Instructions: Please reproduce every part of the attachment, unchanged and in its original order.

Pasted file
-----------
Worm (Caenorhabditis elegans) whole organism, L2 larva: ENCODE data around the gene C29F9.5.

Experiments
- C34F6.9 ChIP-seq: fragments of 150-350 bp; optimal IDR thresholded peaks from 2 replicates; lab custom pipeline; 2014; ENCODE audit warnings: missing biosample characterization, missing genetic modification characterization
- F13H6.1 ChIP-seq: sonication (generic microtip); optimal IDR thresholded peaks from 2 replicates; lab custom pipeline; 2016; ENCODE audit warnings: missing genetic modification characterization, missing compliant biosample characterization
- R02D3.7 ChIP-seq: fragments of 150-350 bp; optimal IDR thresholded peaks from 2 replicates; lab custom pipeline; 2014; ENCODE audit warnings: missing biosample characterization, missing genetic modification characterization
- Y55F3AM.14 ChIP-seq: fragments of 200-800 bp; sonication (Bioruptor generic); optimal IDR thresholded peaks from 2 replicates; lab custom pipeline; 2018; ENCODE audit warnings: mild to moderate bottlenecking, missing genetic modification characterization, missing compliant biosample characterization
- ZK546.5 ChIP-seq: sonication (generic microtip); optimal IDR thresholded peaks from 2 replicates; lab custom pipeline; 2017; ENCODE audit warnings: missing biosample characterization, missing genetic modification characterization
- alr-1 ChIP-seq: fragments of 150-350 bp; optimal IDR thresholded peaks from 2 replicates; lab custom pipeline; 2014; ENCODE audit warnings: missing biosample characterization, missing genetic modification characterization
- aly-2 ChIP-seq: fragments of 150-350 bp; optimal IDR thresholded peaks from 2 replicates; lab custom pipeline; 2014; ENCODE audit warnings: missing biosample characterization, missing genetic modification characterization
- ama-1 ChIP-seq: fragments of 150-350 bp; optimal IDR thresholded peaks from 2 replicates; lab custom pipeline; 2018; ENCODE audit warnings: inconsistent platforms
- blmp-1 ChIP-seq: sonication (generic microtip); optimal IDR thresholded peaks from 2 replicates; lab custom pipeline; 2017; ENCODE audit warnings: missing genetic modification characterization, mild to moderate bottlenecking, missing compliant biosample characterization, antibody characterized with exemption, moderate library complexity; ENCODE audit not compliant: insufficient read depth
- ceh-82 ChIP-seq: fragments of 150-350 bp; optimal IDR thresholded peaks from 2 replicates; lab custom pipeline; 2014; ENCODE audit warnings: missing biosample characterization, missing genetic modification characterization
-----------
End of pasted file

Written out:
Worm (Caenorhabditis elegans) whole organism, L2 larva: ENCODE data around the gene C29F9.5.

Experiments
- C34F6.9 ChIP-seq: fragments of 150-350 bp; optimal IDR thresholded peaks from 2 replicates; lab custom pipeline; 2014; ENCODE audit warnings: missing biosample characterization, missing genetic modification characterization
- F13H6.1 ChIP-seq: sonication (generic microtip); optimal IDR thresholded peaks from 2 replicates; lab custom pipeline; 2016; ENCODE audit warnings: missing genetic modification characterization, missing compliant biosample characterization
- R02D3.7 ChIP-seq: fragments of 150-350 bp; optimal IDR thresholded peaks from 2 replicates; lab custom pipeline; 2014; ENCODE audit warnings: missing biosample characterization, missing genetic modification characterization
- Y55F3AM.14 ChIP-seq: fragments of 200-800 bp; sonication (Bioruptor generic); optimal IDR thresholded peaks from 2 replicates; lab custom pipeline; 2018; ENCODE audit warnings: mild to moderate bottlenecking, missing genetic modification characterization, missing compliant biosample characterization
- ZK546.5 ChIP-seq: sonication (generic microtip); optimal IDR thresholded peaks from 2 replicates; lab custom pipeline; 2017; ENCODE audit warnings: missing biosample characterization, missing genetic modification characterization
- alr-1 ChIP-seq: fragments of 150-350 bp; optimal IDR thresholded peaks from 2 replicates; lab custom pipeline; 2014; ENCODE audit warnings: missing biosample characterization, missing genetic modification characterization
- aly-2 ChIP-seq: fragments of 150-350 bp; optimal IDR thresholded peaks from 2 replicates; lab custom pipeline; 2014; ENCODE audit warnings: missing biosample characterization, missing genetic modification characterization
- ama-1 ChIP-seq: fragments of 150-350 bp; optimal IDR thresholded peaks from 2 replicates; lab custom pipeline; 2018; ENCODE audit warnings: inconsistent platforms
- blmp-1 ChIP-seq: sonication (generic microtip); optimal IDR thresholded peaks from 2 replicates; lab custom pipeline; 2017; ENCODE audit warnings: missing genetic modification characterization, mild to moderate bottlenecking, missing compliant biosample characterization, antibody characterized with exemption, moderate library complexity; ENCODE audit not compliant: insufficient read depth
- ceh-82 ChIP-seq: fragments of 150-350 bp; optimal IDR thresholded peaks from 2 replicates; lab custom pipeline; 2014; ENCODE audit warnings: missing biosample characterization, missing genetic modification characterization